Graded on a Curve: Lionel Richie, “Dancing on the Ceiling” b/w “Love Will Find a Way”

Let’s get one thing straight from the start. I don’t like Lionel Richie. I don’t like the cut of his jib, his taste in white suits, or the fact that he looks like a black John Oates. His songs pander to the lowest common denominator and the vast majority of them are pure treacle. I had a dream a while back. I was making love to a beautiful woman. Then I looked up and saw she had the head of Lionel Richie. I had to go see a shrink, who told me I had post-traumatic stress disorder. And that I wasn’t her first patient to suffer through such a terrifying experience. She directed me to a support group that meets weekly, where we can weep and pass Kleenex and rage against a universe that could allow such an abominable thing to happen in the first place.

That said, I have a confession to make. I like one Lionel Richie song. Exactly one. Not two, or three, or four. One. And it’s “Dancing on the Ceiling.” When it comes on the radio, I don’t reach desperately for the dial to find another station. Instead I sing along. I wonder what the people in my Lionel Richie support group would think. They’d probably throw me out on my ear. But what can I say? The damn song, which was released by Motown in 1986, is damned catchy, damn it.

And strange. Dancing on the ceiling? That’s some crazy hoodoo LSD type shit right there. I can’t believe the former Commodore, who works exclusively in the medium of maudlin, actually wrote the lyrics. As for the music, it’s perky instead of ballad slow, and while it will never wash the taste of “Hello,” “Three Times a Lady,” or “Easy” out of my ears, it is a trifling recompense for such dastardly drivel. Seriously, if I possessed dictatorial powers, I would sit Richie in one of those glass booths the Israelis parked Albert Eichmann in and put him on trial for crimes against music. But I lack such powers because we live in a democracy, which H.L. Mencken described as “the theory that the common people know what they want, and deserve to get it good and hard.”

The eighties were a benighted decade, and Richie, a schlockmeister of the first order, prospered. He was as ubiquitous as Phil Collins, and splitting the difference between the two is hard. Both plied their banal wares and the people ate it up, like a dog chained to his own vomit. I think it was then I gave up on my fellow Americans. Because in the end there’s no point in blaming either man; they just gave us what we wanted and so richly deserved, and gave it to us good and hard.

Anyway, back to “Dancing on the Ceiling.” The album it was on marked the end of Richie’s chart supremacy, and good thing. It was his Alamo, his Battle of Big Horn, and his swan song as a King of Kitsch. And while I love “Dancing on the Ceiling,” it has its detractors; indeed, Blender magazine put it at No. 20 on their list of the 50 worst songs of all time. (On the other hand, the hard-to-please critic Robert Christgau gave the album a B+. I can only think he wrote the review on belladonna.) As for the Blender ranking I call bullshit, because what I hear is a perky anthem to the nightlife, with Richie singing about “climbing the walls” and “going round and round until we’re upside down.” And oh what a feeling! I love the infectious melody, the way Richie says, “Everybody clap your hands” (and they do! They do!) and even the guitar solo. And the video’s even cooler, because it features a keytar, lots of really abominable hair, and Rodney Dangerfield walking into the party, looking up, and saying, “I shouldn’t have eaten that upside down cake!”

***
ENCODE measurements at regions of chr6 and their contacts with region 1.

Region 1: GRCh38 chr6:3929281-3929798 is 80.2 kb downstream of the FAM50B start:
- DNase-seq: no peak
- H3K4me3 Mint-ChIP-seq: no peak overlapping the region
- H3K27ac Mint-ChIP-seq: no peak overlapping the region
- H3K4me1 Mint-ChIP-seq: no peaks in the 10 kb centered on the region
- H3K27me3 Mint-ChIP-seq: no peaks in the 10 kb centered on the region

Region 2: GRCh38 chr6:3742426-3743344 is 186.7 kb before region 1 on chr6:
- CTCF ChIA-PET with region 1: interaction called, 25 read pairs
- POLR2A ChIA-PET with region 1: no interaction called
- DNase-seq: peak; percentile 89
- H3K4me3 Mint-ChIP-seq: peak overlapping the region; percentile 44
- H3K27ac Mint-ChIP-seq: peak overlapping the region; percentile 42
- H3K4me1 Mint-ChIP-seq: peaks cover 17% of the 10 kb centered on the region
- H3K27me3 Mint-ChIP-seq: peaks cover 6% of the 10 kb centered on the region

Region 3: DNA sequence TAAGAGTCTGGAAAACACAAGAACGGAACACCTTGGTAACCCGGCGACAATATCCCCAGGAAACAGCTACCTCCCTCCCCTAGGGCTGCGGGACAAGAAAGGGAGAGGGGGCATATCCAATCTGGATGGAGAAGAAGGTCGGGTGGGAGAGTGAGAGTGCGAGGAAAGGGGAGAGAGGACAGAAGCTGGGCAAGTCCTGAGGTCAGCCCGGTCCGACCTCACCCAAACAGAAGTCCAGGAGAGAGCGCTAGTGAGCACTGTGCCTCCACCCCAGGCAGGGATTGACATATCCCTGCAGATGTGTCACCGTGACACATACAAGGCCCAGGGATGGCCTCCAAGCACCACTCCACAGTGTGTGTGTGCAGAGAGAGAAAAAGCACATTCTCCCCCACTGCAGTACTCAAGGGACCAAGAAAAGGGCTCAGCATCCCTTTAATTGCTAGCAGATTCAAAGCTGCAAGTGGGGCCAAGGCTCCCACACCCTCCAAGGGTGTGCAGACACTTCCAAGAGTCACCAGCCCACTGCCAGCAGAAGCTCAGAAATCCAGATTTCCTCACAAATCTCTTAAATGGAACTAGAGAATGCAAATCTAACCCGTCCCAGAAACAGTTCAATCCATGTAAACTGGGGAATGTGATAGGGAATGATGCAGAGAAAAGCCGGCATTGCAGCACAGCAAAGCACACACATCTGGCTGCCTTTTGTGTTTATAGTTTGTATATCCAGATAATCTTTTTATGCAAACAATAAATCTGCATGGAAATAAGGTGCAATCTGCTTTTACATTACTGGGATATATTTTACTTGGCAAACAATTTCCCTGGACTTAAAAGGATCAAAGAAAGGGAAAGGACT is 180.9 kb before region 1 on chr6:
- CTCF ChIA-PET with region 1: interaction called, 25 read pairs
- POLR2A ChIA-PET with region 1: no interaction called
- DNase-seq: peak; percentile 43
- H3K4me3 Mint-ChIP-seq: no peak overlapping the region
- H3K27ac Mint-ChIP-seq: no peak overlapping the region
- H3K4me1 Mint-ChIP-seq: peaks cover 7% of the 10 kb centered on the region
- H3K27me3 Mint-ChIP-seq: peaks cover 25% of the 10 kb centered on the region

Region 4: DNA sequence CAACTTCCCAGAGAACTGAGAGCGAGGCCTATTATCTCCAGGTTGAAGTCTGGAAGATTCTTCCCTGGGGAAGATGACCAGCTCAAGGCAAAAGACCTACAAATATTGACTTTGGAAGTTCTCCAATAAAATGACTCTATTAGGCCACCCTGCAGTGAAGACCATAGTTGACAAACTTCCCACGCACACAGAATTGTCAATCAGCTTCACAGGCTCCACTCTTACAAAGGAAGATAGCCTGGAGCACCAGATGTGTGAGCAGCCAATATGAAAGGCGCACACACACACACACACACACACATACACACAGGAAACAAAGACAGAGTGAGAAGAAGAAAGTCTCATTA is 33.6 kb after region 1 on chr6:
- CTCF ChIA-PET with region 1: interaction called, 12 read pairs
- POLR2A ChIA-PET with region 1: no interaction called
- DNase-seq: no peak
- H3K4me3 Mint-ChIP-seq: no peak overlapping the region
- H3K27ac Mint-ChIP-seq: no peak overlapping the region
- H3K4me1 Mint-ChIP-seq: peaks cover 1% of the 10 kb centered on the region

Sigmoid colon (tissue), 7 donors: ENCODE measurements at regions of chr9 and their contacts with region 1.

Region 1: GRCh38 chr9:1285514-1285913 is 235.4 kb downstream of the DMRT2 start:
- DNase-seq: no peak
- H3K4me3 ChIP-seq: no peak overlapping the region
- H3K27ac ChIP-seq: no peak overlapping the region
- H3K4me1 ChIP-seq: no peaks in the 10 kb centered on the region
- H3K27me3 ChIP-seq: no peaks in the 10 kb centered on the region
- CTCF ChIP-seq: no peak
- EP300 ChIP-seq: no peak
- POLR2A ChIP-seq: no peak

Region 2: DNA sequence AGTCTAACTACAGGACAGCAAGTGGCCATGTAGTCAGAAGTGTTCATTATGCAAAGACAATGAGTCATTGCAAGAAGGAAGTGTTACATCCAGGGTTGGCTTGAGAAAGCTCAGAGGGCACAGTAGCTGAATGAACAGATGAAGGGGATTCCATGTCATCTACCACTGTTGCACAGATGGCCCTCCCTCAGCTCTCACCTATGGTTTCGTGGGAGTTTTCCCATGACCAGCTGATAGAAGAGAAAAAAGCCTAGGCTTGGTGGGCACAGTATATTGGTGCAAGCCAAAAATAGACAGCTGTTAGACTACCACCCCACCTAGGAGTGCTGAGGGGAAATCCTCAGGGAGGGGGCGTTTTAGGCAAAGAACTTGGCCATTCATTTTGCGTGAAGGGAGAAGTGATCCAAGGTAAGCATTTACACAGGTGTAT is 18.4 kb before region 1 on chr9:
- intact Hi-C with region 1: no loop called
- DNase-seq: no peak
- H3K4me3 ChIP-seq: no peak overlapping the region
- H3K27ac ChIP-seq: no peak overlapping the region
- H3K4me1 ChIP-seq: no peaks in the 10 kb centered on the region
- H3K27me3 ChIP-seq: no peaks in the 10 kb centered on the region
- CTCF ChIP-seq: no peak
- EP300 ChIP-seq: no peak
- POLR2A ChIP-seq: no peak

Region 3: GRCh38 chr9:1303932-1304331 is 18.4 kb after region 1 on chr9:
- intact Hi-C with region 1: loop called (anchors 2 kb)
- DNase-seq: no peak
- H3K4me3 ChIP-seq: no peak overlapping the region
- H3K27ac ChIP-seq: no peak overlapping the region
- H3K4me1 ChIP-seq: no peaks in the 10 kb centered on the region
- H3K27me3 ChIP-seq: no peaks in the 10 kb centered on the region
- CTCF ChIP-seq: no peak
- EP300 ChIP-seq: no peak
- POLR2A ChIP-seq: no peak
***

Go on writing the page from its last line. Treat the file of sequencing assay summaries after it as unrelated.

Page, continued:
As for the B-side, “Love Will Find a Way,” it features a programmed drumbeat and lots of synths, and is nondescript to the point where no matter how many times you listen to it, you will retain no memory of having ever heard it. Which is a good thing with a Lionel Richie song. You don’t want to remember a Lionel Richie song. You want to forget it more than you want to forget the time you mixed that shitty cocaine with White Russians and puked on the Christmas tree, while sitting with your extended family in the living room. I can tell you it’s R&B lite, and reminds me vaguely of a latter-day Steely Dan song without any of the smart lyrics to save its ass, but beyond that it’s a blessed blank, a pop tabula rasa, and therefore one of the best songs Richie ever recorded.

To sum up, “Dancing on the Ceiling,” good. Every single other song Richie has ever recorded, bad. It’s simple, unlike dancing on the ceiling, which is hard. I’ve done all manner of drugs but never made it work, and frankly I’ve given up. But I will always love the tune, just as love will always find a way, even if it has to make its way through Lionel’s oeuvre of schlock pop to do it. Fiesta, forever, forget it. My advice to you is to stay on the ceiling where it’s safe.

GRADED ON A CURVE:
A

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